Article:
Lean Tip #1599 - Align Around a Shared Vision and Purpose
Collaboration has the benefit of opening up employees’ eyes to the larger role that they play within the organization, but the association also goes the other way. When employees understand the role they play in helping the organization meet its goals, and the role that collaboration plays to advance this purpose, they are more likely to make a meaningful contribution in the team setting.

Lean Tip #1600 - Inspire from the Top Down
The number one thing that any leader can do to improve workplace collaboration is to lead by example. Instead of using mass emails, executives should begin using collaboration tools when communicating with employees. This not only opens up new lines of communication from the bottom up, but also inspires employees to follow along and use these tools for their own projects.

Lean Tip #1601 - Use Kaizen Workshops to Teach and Make Rapid Changes
Use a talented and experienced facilitator who has a deep understanding of lean tools and philosophy but keep training focused on a specific problem. This helps to keep the training relevant to real world situations and ensures that there are tangible outcomes from training activity. The kaizen might have an objective to reduce setup time from 80 minutes to 60 minutes in four days, for instance.

Lean Tip #1602 - Organize Around Value Streams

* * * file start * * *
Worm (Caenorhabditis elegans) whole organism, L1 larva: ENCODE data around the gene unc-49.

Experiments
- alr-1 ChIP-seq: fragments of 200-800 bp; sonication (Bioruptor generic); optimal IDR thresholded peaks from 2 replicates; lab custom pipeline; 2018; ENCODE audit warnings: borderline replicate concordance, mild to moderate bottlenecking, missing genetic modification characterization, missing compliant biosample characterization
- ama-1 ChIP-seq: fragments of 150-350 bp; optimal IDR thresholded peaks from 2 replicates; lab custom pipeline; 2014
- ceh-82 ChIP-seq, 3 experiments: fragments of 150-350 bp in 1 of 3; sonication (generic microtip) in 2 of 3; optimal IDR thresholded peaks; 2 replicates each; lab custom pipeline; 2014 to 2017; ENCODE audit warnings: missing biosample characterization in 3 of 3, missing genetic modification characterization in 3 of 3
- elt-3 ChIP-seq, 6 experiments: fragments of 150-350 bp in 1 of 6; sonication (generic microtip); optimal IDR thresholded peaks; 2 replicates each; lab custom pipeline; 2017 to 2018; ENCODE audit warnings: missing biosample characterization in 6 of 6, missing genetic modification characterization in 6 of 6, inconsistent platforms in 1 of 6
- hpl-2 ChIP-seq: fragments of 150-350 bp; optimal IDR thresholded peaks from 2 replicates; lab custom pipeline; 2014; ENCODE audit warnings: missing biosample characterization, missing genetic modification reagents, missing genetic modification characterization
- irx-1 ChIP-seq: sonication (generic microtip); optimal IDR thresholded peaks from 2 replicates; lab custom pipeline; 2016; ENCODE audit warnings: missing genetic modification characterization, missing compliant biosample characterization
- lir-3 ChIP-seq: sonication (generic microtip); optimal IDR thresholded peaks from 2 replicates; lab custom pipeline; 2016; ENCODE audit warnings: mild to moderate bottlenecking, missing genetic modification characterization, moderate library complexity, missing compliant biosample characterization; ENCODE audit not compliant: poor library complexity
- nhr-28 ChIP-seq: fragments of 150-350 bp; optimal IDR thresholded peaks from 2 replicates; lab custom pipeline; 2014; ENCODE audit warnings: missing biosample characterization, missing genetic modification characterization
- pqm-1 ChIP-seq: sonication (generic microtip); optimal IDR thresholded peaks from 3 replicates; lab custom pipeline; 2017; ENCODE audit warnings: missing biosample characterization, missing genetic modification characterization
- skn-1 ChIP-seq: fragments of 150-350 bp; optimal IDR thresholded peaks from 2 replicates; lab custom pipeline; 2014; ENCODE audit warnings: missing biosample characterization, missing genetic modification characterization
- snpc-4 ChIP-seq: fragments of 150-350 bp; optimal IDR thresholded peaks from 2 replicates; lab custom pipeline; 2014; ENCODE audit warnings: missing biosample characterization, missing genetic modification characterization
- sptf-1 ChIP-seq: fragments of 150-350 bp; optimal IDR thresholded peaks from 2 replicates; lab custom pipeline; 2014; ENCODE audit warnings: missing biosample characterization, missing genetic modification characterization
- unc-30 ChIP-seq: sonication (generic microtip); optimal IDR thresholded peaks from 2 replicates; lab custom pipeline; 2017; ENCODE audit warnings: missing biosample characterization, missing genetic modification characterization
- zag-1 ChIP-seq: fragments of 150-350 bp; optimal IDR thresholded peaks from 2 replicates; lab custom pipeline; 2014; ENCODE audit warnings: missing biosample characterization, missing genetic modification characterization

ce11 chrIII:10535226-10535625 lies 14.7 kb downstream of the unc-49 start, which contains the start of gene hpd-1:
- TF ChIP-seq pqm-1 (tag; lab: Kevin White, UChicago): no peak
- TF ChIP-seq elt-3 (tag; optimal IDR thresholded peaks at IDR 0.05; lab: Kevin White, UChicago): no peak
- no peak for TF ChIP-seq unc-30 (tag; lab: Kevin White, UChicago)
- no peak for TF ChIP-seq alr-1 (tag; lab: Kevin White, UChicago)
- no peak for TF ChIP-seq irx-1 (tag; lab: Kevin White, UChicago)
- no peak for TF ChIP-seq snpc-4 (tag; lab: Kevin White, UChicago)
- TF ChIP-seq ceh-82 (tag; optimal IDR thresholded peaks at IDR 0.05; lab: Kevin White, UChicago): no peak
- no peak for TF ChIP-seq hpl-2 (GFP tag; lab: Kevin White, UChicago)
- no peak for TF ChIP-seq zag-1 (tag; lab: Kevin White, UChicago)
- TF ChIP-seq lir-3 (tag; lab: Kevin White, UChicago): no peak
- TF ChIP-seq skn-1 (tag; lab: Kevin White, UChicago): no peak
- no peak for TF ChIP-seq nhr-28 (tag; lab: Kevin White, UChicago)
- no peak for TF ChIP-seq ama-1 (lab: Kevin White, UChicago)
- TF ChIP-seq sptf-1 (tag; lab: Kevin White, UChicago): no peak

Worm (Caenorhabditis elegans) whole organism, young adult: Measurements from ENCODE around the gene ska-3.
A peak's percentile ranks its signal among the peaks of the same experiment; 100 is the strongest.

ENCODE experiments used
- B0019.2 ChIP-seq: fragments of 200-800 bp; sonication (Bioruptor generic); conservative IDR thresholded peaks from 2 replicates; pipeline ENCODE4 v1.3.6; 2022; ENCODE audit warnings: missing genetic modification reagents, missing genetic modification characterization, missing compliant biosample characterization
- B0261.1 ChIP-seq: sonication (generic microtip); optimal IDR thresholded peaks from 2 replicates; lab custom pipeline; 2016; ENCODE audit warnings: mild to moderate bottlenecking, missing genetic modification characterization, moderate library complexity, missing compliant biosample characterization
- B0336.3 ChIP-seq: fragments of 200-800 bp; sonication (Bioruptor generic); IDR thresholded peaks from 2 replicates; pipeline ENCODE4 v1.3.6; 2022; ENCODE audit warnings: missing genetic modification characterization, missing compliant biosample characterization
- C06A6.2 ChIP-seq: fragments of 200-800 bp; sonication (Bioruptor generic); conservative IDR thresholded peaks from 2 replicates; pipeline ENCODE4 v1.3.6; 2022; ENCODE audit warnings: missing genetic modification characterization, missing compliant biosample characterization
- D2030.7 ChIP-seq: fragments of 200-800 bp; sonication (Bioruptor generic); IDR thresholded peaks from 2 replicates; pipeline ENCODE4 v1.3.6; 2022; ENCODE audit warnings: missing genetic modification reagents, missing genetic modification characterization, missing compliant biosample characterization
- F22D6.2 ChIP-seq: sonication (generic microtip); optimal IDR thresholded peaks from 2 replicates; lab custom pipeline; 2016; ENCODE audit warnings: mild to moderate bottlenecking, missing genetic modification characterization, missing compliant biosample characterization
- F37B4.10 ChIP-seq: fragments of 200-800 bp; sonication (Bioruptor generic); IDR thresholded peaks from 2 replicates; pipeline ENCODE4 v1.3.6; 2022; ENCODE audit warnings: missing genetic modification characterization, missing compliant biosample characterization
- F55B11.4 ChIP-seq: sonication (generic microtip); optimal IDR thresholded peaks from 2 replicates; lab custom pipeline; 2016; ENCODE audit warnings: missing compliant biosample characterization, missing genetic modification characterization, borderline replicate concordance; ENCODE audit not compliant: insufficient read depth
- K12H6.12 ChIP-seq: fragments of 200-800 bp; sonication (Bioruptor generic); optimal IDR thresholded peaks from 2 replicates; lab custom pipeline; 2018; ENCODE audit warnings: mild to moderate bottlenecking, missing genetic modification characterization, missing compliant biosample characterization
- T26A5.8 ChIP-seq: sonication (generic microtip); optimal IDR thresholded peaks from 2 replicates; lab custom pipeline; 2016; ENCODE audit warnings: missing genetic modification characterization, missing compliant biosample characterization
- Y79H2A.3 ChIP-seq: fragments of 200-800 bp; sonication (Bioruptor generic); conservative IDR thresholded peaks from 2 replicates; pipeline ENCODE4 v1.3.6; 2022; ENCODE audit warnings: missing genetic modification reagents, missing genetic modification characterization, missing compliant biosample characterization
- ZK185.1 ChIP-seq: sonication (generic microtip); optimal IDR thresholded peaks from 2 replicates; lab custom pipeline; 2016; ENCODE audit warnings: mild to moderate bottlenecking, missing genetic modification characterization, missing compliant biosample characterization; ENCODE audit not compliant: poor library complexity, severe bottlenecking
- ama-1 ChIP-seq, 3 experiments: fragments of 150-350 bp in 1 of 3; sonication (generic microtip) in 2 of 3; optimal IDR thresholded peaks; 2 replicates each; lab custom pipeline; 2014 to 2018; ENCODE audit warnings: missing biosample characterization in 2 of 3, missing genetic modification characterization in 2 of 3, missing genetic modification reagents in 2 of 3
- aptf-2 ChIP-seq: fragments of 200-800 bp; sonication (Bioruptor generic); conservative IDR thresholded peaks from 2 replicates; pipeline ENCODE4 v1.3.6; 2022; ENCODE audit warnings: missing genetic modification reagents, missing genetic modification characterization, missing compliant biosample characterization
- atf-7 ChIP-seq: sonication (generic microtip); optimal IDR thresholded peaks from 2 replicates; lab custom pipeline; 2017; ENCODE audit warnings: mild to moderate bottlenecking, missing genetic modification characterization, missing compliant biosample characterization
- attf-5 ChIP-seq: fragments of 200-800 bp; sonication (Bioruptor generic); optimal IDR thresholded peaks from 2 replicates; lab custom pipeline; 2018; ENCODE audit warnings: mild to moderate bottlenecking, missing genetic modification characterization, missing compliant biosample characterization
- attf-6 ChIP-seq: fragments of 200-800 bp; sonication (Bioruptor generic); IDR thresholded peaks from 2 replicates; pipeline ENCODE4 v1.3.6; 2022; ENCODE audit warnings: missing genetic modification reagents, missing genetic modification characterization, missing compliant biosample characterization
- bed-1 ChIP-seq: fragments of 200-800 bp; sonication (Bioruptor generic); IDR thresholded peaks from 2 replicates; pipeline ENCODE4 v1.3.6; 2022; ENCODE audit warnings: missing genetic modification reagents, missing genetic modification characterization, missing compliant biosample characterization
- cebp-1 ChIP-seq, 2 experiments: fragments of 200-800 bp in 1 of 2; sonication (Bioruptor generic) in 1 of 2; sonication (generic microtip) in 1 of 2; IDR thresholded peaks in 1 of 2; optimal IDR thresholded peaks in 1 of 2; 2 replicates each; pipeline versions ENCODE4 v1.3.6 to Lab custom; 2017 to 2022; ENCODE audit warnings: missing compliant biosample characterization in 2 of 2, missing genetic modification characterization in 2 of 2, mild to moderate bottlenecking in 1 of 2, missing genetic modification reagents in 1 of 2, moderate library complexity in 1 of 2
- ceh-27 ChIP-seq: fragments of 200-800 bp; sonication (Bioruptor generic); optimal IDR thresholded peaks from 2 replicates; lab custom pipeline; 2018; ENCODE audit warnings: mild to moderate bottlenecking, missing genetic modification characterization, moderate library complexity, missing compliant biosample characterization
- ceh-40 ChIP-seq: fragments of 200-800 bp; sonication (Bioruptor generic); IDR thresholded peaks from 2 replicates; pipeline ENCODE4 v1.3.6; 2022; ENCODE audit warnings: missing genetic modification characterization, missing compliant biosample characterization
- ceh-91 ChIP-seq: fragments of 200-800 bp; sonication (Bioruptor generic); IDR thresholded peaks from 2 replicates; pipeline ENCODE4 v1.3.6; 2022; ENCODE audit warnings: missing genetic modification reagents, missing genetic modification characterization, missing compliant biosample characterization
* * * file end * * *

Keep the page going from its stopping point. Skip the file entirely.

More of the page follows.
In most organizations, management is organized by process or function. In other words, managers own certain steps in a process but nobody is responsible for the entire value stream. In the second edition of Lean Thinking (2003), the authors recommend a matrix organization where there are still heads of departments but also value stream managers, similar to Toyota’s chief engineer system. Someone with real leadership skills and a deep understanding of the product and process must be responsible for the process of creating value for customers and must be accountable to the customer.

Lean Tip #1603 - Keep Leadership Focused on Long-Term Learning
A crisis may prompt a lean movement, but may not be enough to turn a company around. Once the crisis has passed it can be all too tempting to go back to business as usual. Company leadership has to stay focused on Lean for the long term – not just to solve one problem.

Lean Tip #1604 - Build on Your Company’s Roots to Develop Your Own "Way"
Toyota has its way. You need to have your way. When Toyota works with companies to teach TPS, they insist that the companies develop their own system. Someone did something right to get you to this point. Build on that. Build on your company’s heritage to identify what you stand for.

Lean will cut across functional/departmental boundaries which will eventually lead to a restructuring of responsibility for the major business processes rather than the current functional ownership of a department’s activity.

Lean Tip #1605 - Leaders Must Thoroughly Understand, Believe In, and Live the Company’s "Way"

All leaders must understand the work in detail and know how to involve people. If the top is not driving the transformation, it will not happen. Then, to keep the results sustainable you must have a system for both result- based and process based performance measurement including measures for velocity of the overall business process and the individual business processes.